I think maybe I never gave Whitney Houston enough credit. God knows I wasn't the only one: even when a superstar changes the landscape before an untimely and tragic end -- the light the burns twice as bright burns half as long, and all that -- it's inevitably that end that people remember most. Especially when, in the end, that person was reduced to a series of punch lines.
When I was a kid and knew nothing about Whitney Houston besides her music, I thought her music was . . . fine. I was too young to understand the significance of her extraordinary talent. And her early uptempo pop hits, honestly, didn't really highlight those talents. The ballads she sang certainly did. When she blew the world away singing the National Anthem at the Super Bowl in 1991, I wasn't even paying attention.
When it comes to documentaries about specific people, particularly pop stars, naturally I usually see the ones about people I already have some familiarity with. In those cases, the eternal question is whether the film works well even for someone who is not already a fan. Whitney, the new film by Kevin MacDonald (The Last King of Scotland), definitely fits that bill. I was never especially a fan of Whitney Houston, never owned any of her albums. Okay fine, for some years I did own a copy of the Bodyguard soundtrack -- I mean, who didn't? -- but as of now the only Whitney Houston track I have in my possession is the Thunderpuss Club Mix of her 1999 single "It's Not Right but It's Okay," gifted to me by a DJ friend. And yet, after seeing Whitney, it struck me as genuinely illuminating. I left the theatre seeing Whitney Houston in a way I did not going in.
Most of that simply comes down to empathy. Whitney Houston's story is a particularly tragic one, with a meteoric rise and a gradual but persistent fall. What Whitney does effectively, though, is invert the narrative that makes the most piteous parts of her story the most memorable. Kevin MacDonald reminds us of her powerhouse talent, and forces us to remember it.
This is a woman who broke many records. Best selling debut album by a solo artist. Only artist to have seven consecutive #1 singles (from her first two albums). She was even the first major artist to play a concert in post-Apartheid South Africa in 1994. A fair amount of time is spent in Whitney discussing what she meant to black audiences, both in America and around the world. And not even any of that compares to when The Bodyguard, whose soundtrack sold 42 million copies worldwide and is one of the five best selling albums in history, in spite of it containing only six of her songs. Still, this isn't just about effective marketing of vapid crowd pleasing pop. It's about a voice to be reckoned with.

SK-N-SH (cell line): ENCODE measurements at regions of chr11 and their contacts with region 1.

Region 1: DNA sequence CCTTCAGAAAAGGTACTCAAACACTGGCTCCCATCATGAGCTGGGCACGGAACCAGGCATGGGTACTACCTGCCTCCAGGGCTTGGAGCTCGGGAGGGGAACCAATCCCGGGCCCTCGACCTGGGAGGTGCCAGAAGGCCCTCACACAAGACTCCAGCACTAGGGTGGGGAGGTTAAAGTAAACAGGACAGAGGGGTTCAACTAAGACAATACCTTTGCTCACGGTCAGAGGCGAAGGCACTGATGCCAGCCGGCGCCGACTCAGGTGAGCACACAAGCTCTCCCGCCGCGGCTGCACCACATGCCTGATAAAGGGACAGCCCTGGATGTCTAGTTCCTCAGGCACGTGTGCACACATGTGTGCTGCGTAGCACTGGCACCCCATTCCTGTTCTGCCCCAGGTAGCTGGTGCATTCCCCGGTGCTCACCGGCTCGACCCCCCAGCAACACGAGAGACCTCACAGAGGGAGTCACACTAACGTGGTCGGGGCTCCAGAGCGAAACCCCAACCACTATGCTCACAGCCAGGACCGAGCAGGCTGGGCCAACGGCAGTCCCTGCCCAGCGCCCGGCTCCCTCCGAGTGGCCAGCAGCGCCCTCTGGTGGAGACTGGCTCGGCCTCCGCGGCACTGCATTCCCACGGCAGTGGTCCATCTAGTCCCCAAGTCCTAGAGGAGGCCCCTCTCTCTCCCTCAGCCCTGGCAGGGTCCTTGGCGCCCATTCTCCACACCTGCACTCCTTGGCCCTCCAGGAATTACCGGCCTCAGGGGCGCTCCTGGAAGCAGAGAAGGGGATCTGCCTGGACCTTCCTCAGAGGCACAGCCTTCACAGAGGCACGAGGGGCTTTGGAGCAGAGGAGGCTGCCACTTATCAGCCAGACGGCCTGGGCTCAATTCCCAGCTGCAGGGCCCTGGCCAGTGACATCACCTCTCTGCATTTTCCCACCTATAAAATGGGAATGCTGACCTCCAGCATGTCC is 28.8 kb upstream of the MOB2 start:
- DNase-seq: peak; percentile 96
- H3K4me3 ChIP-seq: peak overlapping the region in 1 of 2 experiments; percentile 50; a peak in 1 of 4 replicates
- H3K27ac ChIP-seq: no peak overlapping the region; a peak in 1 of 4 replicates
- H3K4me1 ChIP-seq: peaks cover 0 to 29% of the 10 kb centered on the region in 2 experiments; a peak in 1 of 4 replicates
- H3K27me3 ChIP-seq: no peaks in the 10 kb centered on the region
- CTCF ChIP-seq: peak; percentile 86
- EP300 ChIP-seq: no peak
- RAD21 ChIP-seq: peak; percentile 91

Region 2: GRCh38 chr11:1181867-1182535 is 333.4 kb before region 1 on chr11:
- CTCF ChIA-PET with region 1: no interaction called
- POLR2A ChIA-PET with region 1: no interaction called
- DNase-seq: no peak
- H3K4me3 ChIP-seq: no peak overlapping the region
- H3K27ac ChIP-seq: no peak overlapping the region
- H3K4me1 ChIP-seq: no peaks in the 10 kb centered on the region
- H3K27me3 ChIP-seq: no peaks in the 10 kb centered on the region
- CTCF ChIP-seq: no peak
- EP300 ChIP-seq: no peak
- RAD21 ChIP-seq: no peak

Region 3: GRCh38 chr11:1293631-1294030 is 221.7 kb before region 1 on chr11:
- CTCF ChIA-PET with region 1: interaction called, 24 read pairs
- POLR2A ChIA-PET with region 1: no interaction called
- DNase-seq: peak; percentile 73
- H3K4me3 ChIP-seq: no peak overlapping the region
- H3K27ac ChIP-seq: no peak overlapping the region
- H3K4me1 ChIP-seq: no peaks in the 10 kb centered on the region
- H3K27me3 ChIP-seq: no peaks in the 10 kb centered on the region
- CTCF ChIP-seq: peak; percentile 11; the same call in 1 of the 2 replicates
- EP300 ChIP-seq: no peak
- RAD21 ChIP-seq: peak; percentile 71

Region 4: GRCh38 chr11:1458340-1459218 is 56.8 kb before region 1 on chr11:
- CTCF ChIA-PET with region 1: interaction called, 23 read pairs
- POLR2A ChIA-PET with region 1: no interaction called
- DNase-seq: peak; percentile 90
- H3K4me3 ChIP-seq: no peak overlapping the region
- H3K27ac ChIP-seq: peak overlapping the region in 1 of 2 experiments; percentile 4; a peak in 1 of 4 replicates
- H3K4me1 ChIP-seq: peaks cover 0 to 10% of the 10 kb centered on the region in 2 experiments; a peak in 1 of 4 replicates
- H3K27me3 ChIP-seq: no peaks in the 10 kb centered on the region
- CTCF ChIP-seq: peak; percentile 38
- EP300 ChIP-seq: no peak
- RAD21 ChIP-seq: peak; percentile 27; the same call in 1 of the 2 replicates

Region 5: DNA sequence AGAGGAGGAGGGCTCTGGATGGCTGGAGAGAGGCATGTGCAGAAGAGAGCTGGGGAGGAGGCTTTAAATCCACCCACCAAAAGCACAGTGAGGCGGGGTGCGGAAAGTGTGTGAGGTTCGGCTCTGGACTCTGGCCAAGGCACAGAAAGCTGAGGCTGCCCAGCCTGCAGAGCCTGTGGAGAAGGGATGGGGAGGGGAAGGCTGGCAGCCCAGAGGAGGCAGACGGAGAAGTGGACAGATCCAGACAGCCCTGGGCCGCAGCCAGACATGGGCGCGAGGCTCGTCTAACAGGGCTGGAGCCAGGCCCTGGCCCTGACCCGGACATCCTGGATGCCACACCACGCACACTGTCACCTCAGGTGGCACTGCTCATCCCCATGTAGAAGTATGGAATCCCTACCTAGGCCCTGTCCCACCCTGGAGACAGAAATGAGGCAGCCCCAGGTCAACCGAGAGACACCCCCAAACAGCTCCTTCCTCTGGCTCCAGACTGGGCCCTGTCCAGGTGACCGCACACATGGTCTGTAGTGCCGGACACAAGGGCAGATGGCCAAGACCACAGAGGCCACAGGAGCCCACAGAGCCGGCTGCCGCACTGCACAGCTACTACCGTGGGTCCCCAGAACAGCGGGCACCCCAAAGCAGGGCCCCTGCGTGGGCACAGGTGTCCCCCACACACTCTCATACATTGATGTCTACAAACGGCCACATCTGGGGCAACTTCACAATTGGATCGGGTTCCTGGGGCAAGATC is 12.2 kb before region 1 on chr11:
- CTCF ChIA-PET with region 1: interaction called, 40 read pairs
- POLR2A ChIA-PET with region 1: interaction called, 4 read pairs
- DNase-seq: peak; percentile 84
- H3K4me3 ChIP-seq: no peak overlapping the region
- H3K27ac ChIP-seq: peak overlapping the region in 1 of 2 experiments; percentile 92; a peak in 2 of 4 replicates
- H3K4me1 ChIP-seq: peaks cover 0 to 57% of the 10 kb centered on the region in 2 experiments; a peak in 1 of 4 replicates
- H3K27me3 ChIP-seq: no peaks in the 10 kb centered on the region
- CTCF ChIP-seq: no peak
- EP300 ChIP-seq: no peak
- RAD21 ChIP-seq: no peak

Although the context is unique and specific, Whitney still illustrates how that kind of fame can wreck a person, as well as the people close to them. MacDonald gets a remarkably well-rounded group of people to speak on the record, from Whitney's singer mother Cissy Houston, and her siblings, to record producer Clive Davis, to The Bodyguard costar Kevin Costner, to even ex husband Bobby Brown. These names barely scratch the surface when it comes to those speaking on the record.
Bobby Brown actually says, on camera, with a straight face, "Drugs has nothing to do with her life." He didn't want to talk about her drug use. "That has nothing to do with this documentary," he says. Um. What?
Even people with comparatively little familiarity with Whitney Houston -- that would be me -- know that she had a drug problem, and it was what killed her. Some other things that don't seem widely known: at last two people in this film suggest, when discussing an extremely close friend who was a lesbian, that Whitney Houston was bisexual. Perhaps most significantly, two other people confirm that Whitney Houston told them she was molested by a female cousin as a child.
These sorts of things are laid out in Whitney with some very skilled editing, certain sound bites being repeated later in the film, revealing more of what was said than before, and thereby deeply expanding their meaning -- and, in some cases, their tragedy. To MacDonald's credit, this is never done in a gimmicky way. All it ever does is shine a light on what created every iteration of Whitney Houston in a life cut short.
In the end, Whitney Houston was a bigger mess of contradictions than it clearly seemed in the beginning -- in a time when marketing a talent like hers was much simpler. One wonders what a Whitney Houston would have looked like had she been born twenty years later and grown up in the age of social media. As it is, MacDonald gets hold of some clearly very rare early-career home video footage. Some of it is surprisingly delightful: in the late eighties, her mother (unfairly) talking shit about Janet Jackson; in the same conversation, Whitney (quite fairly) talking shit about Paula Abdul.
I do wish MacDonald had included more about the specific stages of Whitney Houston's career, a bit more about specific albums. But maybe that's just my OCD talking. This is a story much more about the stages of this incredible woman's life, who got into drugs quite early on and ultimately paid the price for how blasé she was about it. And that story, as presented here, is an incredibly effective and memorable one, worth seeing whether you regard yourself a fan or not.